Saturday, June 11, 2011

The Americans are Winning

Being out of England for most of the time, I tend to notice small changes when I'm there that may be imperceptible to those who live there. One of these is the creeping Americanisation of the English language. Not only do we have a whole generation who use American spelling because they've never bothered to change the default spell checker in Word to British English, but American vocabulary is gradually replacing British usage.

One of the changes I observed on this year's visit is that the original British "railway station" has largely given way to "train stati0n", which in my childhood would have been understood but considered an Americanism. Now that usage makes sense, since "bus station" was already common British usage, but why don't we call an airport a "plane station" to be consistent?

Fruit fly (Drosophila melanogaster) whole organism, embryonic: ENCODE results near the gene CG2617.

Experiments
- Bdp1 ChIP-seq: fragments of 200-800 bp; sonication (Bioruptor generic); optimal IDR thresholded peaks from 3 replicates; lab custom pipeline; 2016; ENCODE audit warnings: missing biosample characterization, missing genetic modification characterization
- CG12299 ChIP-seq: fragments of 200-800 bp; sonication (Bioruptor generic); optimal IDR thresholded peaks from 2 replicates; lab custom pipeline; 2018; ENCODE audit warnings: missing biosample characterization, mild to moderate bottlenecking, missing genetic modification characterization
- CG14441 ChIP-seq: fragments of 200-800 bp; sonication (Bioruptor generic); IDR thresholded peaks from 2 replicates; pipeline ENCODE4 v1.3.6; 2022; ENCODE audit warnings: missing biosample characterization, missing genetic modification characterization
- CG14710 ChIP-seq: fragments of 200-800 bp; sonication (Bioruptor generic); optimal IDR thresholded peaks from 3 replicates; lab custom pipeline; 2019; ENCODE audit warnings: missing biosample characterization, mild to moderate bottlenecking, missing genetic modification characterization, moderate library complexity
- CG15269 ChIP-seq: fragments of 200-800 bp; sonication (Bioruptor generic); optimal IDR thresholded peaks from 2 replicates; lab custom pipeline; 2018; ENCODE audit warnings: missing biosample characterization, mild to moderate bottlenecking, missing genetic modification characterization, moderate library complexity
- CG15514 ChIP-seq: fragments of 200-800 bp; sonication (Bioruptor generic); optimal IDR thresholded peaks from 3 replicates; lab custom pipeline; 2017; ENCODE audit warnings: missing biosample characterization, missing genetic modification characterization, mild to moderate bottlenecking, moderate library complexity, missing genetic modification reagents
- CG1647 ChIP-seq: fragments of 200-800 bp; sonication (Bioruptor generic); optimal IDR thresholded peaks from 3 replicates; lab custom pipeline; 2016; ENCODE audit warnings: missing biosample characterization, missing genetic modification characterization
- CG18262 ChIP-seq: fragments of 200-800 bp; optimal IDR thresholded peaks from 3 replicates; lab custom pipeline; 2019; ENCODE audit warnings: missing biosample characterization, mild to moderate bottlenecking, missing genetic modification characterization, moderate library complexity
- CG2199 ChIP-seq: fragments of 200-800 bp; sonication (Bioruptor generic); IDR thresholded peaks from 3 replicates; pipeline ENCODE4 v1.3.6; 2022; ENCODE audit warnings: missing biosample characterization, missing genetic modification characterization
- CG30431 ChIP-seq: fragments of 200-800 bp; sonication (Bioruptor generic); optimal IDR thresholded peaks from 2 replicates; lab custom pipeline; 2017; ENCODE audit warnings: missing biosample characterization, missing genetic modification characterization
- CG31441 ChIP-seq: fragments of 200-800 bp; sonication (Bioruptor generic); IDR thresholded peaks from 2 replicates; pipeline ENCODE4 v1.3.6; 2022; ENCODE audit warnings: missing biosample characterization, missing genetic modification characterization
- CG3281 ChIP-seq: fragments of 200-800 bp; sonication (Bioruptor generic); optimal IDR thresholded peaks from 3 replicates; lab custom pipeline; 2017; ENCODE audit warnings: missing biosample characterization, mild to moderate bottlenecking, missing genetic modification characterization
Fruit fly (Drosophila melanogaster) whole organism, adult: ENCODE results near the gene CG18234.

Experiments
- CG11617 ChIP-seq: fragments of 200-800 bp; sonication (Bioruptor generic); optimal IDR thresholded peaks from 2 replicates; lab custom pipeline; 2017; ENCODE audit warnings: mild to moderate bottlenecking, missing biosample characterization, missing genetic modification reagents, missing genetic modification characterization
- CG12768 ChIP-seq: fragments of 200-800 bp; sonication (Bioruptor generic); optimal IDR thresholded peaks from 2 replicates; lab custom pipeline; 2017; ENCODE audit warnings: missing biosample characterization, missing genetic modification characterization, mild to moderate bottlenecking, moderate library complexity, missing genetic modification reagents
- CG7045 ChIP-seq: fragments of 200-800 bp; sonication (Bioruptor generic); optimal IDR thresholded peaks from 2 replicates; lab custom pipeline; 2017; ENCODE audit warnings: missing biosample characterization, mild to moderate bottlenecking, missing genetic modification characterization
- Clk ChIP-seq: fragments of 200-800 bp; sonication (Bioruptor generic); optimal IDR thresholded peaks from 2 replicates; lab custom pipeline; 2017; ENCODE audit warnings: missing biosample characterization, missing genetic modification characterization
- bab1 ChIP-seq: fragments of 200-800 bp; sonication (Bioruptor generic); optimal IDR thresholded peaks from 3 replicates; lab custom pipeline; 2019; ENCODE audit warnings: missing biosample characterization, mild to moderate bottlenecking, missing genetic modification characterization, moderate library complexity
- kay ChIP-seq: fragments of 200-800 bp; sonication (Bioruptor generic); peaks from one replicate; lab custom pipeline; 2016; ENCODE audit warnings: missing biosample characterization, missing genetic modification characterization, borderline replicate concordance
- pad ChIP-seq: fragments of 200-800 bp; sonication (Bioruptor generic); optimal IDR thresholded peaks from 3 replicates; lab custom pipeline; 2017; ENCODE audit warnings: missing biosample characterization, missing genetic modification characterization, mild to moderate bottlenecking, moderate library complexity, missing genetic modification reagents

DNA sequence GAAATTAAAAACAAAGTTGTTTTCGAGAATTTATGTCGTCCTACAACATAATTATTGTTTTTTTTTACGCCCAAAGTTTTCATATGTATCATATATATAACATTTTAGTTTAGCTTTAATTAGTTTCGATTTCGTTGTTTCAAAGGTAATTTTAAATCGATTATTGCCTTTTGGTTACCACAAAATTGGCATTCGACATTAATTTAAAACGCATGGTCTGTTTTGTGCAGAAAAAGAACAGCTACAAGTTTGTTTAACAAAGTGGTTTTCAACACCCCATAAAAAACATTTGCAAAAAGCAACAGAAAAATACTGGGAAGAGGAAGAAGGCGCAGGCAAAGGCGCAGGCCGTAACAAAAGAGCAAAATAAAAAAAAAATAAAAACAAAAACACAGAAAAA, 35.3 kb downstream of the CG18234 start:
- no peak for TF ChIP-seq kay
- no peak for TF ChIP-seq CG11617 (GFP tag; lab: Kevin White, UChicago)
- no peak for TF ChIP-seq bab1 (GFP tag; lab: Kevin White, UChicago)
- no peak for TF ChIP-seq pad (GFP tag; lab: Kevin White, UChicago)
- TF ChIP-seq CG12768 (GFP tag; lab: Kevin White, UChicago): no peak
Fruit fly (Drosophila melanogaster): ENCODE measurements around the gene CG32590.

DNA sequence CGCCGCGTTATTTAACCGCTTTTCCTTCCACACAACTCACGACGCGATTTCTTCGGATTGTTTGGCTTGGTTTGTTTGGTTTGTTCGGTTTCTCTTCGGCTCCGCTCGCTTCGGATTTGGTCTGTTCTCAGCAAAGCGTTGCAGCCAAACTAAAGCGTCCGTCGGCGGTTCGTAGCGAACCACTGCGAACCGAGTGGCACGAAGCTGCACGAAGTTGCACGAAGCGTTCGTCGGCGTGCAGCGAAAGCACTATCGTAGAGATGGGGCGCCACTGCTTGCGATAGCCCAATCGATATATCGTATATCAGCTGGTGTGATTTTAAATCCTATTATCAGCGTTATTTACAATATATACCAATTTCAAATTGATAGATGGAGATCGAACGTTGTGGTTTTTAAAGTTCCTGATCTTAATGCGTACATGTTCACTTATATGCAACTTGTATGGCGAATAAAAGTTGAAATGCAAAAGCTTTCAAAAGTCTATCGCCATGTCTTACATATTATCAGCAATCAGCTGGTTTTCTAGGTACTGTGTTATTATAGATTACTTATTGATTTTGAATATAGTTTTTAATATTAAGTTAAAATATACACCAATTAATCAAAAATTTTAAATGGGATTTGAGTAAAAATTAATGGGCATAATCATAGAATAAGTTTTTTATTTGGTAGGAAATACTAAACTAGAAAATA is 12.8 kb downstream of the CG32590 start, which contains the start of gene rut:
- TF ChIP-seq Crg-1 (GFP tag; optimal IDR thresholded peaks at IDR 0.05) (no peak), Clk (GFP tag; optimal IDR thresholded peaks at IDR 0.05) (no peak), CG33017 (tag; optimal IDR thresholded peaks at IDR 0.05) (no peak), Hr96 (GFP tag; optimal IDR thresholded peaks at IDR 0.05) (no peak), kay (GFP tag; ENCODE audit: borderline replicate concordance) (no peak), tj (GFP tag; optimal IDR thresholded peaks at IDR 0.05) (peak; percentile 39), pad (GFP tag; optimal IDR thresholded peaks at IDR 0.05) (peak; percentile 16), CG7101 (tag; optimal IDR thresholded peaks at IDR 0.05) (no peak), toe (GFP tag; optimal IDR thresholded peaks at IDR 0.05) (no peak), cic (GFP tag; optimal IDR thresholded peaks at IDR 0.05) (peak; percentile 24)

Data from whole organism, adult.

dennis hodgson said...

I've been fretting over this for some time, although "train station" has been the default in the UK for almost 20 years, and there are a lot more Americanisms creeping into British English.

When was the last time you heard [or read] "he has proved his case"? Everyone now says "he has proven his case". I've also heard [on the BBC] references to the "Thames River" and the "Tyne River"; and I've noticed a widespread failure to understand the difference in meaning between "compare to" and "compare with".

Mind Your Language is not entirely on-topic, but it does outline my views on the use/misuse of language.

Private Beach said...

There are plenty of other examples. I don't object strongly to Americanisms like "train station", but it's a matter of greater concern when they affect the meaning of the language. For example, we used to protest at things (war, poverty, or the like). Americans just protest them, without the preposition. This completely reverses the meaning of "to protest one's innocence".